If there is one recipe in the Albanian tradition, it is the recipe for pite me mish, also called byrek me mish, a delicious minced meat pie with filo dough.
Albanian cuisine is simple and tasty at the same time, because it is based on seasonal ingredients and quality raw ingredients.
But we cannot talk about Albanian cuisine without also considering the history of this nation over the past two centuries.
The first major culinary influence comes from the 500 years of Turkish domination, which has strongly influenced not only the food, but also the language, culture, music and traditions in general.
In the following years, there were then the Italian colonization between 1939 and 1943 and the numerous exoduses of the Albanian people to Italy, which made certain typical Italian dishes, such as pasta (makarona in Albanian) or risotto and other Italian dishes widely available.
Finally, there is also an obvious Greek influence in Albanian cuisine, especially in the south, mainly due to their proximity, although between the two nations there is still a state of war that started in 1940 and an unresolved definition of maritime borders.
However, on the table, there is no conflict between the two nations. Indeed, Greek salads, saganaki, tzatziki and other typically Greek dishes are often present on Albanian tables.
You should never leave Albania without tasting the following dishes and sweets:
- Tave me presh, a delicious traditional Albanian dish made with ground beef and leek.
- Tavë kosi (or Elbasan tava), a traditional Albanian dish made with rice and oven baked lamb, is also popular in Greece and Turkey.
- Shendetlie, a delicious traditional cake from Albania, made with honey and nuts and soaked in sugar syrup.
- Sheqerpare, small butter shortbreads soaked in sugar syrup. In Turkey, they are called şekerpare
- Ballokume, a traditional Albanian biscuit from the city of Elbasan, made from corn flour, eggs, sugar and butter and traditionally consumed on March 14 during dita e verës, summer day.
What is pite me mish?
In Albanian, pite means “waffle” and mish means “meat”. Pite me mish is also called byrek me mish, where byrek means “pie”.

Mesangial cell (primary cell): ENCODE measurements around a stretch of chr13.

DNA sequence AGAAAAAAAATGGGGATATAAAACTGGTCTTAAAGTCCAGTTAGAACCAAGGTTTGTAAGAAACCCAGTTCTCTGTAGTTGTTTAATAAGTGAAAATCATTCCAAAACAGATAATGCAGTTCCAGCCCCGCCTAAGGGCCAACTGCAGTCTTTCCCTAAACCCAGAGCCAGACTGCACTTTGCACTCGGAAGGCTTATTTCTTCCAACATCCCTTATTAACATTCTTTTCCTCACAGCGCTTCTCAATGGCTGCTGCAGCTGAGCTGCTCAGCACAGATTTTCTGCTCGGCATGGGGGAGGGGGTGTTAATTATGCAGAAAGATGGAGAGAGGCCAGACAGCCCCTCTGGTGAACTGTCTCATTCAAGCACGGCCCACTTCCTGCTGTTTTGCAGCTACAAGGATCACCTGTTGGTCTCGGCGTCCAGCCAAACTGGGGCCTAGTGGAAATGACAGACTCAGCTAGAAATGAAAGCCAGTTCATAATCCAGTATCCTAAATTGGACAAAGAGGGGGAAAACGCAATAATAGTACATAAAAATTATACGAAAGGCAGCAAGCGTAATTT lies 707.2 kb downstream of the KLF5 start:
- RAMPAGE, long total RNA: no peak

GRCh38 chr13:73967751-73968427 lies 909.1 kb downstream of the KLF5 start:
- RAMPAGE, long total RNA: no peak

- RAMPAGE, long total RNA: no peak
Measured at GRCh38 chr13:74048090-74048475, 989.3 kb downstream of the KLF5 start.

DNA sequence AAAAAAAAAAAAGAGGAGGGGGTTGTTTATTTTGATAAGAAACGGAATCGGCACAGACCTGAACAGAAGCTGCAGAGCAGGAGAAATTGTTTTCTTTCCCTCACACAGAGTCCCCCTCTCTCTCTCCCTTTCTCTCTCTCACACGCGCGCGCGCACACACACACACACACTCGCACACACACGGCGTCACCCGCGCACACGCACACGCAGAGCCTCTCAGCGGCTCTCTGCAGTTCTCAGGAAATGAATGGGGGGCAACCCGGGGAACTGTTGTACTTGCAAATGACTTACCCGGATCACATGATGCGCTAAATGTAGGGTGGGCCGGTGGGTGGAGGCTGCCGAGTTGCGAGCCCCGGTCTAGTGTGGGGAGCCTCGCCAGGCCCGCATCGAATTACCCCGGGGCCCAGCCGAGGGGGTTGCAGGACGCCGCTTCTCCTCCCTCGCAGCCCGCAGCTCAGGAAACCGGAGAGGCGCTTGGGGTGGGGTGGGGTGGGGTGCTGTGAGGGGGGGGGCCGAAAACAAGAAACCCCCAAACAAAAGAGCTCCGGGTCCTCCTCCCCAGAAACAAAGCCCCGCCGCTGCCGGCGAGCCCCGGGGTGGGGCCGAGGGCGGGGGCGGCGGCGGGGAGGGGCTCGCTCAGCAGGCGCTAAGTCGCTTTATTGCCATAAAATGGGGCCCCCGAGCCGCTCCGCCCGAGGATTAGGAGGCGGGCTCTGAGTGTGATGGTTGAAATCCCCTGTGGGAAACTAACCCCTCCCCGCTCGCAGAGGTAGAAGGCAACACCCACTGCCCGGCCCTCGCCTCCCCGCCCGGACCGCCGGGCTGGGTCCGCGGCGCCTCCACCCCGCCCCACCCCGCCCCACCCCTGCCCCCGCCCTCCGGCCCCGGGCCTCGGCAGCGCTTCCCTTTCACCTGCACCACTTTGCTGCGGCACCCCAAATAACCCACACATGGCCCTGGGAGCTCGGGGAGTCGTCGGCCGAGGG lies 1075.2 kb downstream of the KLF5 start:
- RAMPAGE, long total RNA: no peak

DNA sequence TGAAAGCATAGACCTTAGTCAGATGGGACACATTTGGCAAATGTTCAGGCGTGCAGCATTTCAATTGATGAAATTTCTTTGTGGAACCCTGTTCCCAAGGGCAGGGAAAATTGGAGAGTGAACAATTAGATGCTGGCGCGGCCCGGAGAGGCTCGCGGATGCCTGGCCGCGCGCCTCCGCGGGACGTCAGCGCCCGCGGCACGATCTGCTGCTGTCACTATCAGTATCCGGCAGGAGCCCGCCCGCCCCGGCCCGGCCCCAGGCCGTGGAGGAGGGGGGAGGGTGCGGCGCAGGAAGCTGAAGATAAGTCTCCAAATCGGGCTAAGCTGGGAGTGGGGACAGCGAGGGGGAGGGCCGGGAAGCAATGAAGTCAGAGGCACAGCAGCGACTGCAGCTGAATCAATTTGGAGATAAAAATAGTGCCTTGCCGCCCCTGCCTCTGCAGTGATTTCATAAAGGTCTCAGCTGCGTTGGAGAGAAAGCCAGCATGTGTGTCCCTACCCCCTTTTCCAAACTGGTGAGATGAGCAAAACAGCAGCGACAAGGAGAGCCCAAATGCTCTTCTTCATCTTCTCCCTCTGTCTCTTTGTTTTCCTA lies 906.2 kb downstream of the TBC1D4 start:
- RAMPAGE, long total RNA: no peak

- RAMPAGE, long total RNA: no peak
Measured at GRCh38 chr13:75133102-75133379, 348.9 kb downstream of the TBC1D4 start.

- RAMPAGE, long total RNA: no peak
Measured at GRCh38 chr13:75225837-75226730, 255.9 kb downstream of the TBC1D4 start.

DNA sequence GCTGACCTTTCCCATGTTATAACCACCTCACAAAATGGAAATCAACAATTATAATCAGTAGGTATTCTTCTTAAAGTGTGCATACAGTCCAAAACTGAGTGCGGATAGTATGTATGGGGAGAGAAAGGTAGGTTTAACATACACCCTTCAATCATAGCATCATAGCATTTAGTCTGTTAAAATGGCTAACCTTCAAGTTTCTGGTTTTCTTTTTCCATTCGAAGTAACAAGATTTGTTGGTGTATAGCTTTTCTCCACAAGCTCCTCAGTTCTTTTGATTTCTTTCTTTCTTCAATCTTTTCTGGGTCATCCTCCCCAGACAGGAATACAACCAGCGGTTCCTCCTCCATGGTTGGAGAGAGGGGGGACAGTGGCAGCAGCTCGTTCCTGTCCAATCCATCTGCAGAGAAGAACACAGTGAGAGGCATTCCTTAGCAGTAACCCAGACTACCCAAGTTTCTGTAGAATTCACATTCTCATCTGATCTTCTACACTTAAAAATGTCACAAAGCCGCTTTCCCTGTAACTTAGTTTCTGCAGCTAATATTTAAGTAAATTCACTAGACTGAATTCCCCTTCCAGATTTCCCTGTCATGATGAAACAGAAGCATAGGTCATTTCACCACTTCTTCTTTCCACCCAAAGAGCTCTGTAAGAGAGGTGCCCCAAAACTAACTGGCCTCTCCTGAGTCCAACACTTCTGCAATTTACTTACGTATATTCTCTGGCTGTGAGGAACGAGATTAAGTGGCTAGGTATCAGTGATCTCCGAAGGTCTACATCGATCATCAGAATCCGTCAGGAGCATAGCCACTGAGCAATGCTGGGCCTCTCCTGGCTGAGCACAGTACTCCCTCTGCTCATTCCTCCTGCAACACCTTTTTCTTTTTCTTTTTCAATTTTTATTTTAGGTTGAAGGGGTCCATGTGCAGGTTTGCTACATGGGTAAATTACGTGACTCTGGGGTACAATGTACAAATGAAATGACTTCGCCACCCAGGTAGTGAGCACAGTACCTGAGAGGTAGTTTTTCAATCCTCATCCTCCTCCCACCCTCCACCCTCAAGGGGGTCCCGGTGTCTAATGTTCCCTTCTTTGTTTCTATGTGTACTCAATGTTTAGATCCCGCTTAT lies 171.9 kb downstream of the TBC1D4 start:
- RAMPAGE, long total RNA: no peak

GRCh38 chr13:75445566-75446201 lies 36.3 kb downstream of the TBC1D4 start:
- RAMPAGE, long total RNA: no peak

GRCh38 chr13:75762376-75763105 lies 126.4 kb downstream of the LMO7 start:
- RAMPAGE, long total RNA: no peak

Like the banitsa of Bulgarian cuisine, the origin of pite me mish can be found in börek.
What is börek?
Börek, also called burek, boregi or byrek in Albanian, is a pie made of phyllo dough, which can be filled with sweet or salty ingredients. Börek can also be a small individual turnover.
Depending on the region, there are many variations of börek that can be used both as quick snacks served by different street food vendors, in individual versions that are easy to eat with the hands (triangles, balls, cigars, etc.), and as a main course, in the form of a large circular cake, stuffed and hearty, offered at dinners or lunches.
Throughout the Middle East, börek is a true symbol of hospitality and conviviality.
According to the most widely shared accounts, börek was born in the 14th century in ancient Anatolia (now Turkey) during the Ottoman Empire, although many historians claim it was inspired by a recipe from the Roman Empire, a layered cake interspersed with pastry and baked cheese.
Börek has been part of Turkish cuisine for centuries and, therefore, of all the peoples under its reign, mainly the Balkans, but also some parts of North Africa and Sicily.
Börek in Turkish is a word that refers to any dish prepared with yufka, i.e. thin and crispy phyllo dough sheets and comes from the verb “to strike” or “to twist”, because originally the dough was first stuffed and then rolled up on itself, formed into a cylinder.
What are the variants of börek?
It is in Turkey, their country of origin, that we undoubtedly find the largest number of types of börek.
- Su boregi, cooked in boiling water, filled with cheese and parsley and then grilled.
- Sigara boregi or kalem boregi, cylindrical with different fillings, such as potato and cheese, or ground meat, or sausage or vegetables.
- Pacanga boregi which is the speciality of the city of Istanbul, filled with cheese and fried green peppers.
- Talas boregi, of spherical shape, which has the particularity of being stuffed with lamb and peas.
- Gul boregi or yuvarlak boregi which is the sweet version, filled with custard cream or milk pudding and sprinkled with icing sugar.
In Albania, börek can therefore be called byrek or lakro. There are also different fillings, mainly stuffed with vegetables: spinach, potatoes, pumpkin, tomatoes and onions, peppers and beans but also stuffed with minced meat like the recipe presented here, or with cheese. The particularity of individual Albanian byreks is their triangular shape.